The Highway Code (rule 188?) clearly states it is a CRIMINAL OFFENCE to cut across the central island of a Mini-roundabout (except if the vehicle is too long for the particular Mini-roundabout location)
I agree- the number of times I’ve seen another 2 cars on a 3 junction mini roundabout on my way to work and don’t want to move. Even worse, on that mini-roundabout are people indicating right when they want to come off at second exit as it is offset to the right. It is frequently used for U turns as the road is cut off with a central reservation on one side so they come out of a side road before the roundabout, turn left and then U turn at roundabout.
This is a very busy road with school, college, hospital, home and businesses surrounding. Junctions inside urban estates worked perfectly well on the whole in the past, but this particular one is very busy and requires lights now.
I just wanted to know the mini roundabouts with 3 exits if I intended to go right which is going to be my 2nd exit is there any need to give right signal/ indicator for 2nd exit? Normally we dont do that with the 4 exits roundabouts for 2nd one?
It’s important, particularly on mini roundabouts to avoid any confusion. It depends on the layout of the mini roundabout. If the 2nd exit is directly ahead from you (12 o’clock) then no indication is required. If the exit is further round towards 3 o’clock, then indicating would make your intentions clear.
I have a problem. I didnt have an accident but i was in a roundabout and i was in the middle of the road because there was no sign or traffic light and the other car entered the roundabout and almost hit me. I was slow because i drive slowly most of the time as i know how traffic in my place works and how the people are here and i could manage the situation but that car drove fast and i was entering the roundabout. There was not much road because its a small one. I was about to pass after another car passed and my way was free for a moment. Then the other car entered so fast and i stopped immediately avoiding the accident. I think im right because i had already blocked the way but he still didnt care. There was no sign or traffick light.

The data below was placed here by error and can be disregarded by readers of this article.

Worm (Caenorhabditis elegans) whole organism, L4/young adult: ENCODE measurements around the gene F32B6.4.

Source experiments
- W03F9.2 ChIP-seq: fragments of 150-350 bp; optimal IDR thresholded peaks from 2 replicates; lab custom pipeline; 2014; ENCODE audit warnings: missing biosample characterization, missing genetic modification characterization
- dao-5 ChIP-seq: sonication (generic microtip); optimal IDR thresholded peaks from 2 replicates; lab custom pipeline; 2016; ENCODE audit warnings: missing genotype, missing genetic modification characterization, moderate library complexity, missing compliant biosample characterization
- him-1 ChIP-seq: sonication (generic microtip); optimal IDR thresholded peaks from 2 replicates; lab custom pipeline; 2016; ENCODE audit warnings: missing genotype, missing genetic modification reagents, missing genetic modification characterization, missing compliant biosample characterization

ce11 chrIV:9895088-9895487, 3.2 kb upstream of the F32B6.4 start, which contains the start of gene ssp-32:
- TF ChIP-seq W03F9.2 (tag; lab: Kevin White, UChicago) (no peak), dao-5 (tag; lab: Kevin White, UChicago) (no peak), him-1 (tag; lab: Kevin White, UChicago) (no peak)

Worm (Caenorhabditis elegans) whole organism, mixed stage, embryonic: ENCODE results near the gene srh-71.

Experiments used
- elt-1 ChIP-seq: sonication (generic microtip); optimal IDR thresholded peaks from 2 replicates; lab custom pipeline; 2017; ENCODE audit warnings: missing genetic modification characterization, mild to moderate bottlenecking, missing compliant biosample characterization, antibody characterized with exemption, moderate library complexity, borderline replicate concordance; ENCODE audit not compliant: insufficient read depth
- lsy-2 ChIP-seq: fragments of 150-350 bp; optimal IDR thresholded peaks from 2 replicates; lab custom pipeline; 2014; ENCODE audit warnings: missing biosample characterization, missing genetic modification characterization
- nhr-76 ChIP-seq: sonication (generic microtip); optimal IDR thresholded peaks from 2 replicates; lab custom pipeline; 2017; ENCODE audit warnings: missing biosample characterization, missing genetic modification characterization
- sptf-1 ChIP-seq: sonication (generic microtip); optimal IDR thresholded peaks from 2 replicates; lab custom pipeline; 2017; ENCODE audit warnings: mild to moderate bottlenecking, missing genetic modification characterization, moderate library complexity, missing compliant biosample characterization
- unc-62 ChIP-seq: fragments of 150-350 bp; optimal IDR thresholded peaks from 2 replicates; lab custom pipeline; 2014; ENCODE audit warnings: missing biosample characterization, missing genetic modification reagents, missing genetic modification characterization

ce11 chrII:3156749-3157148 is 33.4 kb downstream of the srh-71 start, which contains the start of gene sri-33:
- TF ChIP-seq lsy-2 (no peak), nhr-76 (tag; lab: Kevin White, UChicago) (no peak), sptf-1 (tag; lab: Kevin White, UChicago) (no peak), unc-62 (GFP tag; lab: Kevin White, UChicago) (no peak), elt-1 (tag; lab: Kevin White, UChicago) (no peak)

A lot of drivers do approach and enter roundabouts too quickly. This can make roundabouts, particularly mini roundabouts very dangerous.
In reply to lee.
Always give way if someone is coming from the right
What if it is a four-way mini roundabout and a car on the opposite side of the junction wants to turn right whilst I want to turn left (basically turning into the same exit)? Who has the right of way then?
It depends where the other car is in relation to your car. If the other car is very close to the roundabout, or already entered it, you must give way to the right, therefore the other car has priority. If your car is closer to the roundabout than the other car, you’ll probably be able to continue to turn left without causing an issue to the other vehicle.
If any part of your vehicle has crossed the give way line then you have priority over any vehicle who has not yet crossed the give way line .simple isn’t it
In general that’s how it works, but it’s not quite that simple at mini roundabouts because of how small they are. It’s about anticipation and getting your timings right, which for a learner, takes practice.
I agree,anticipation and getting your timing right applies to where ever you are driving on the highway.if everybody followed my simple rule about priority then I am certain there would be less road rage and anger at mini r/bs.reduced speed when approaching,be prepared to stop if necessary is the answer
People keep saying give way to traffic on to right at mini r/bouts.this is confusing for a lot of drivers.what you should be saying is give way to traffic that is already on the r/about on the right
Although technically what you’re saying is correct, in reality, mini roundabouts are different simply because of their size. For example, if you see a vehicle to your right approaching at speed, even if they have not crossed the give way line, then it would be highly advisable to give way to them, providing that you can stop safely. We all see other road users approaching mini roundabout far faster than they should do and not all drivers indicate. So it’s about judging each situation individually and reacting accordingly.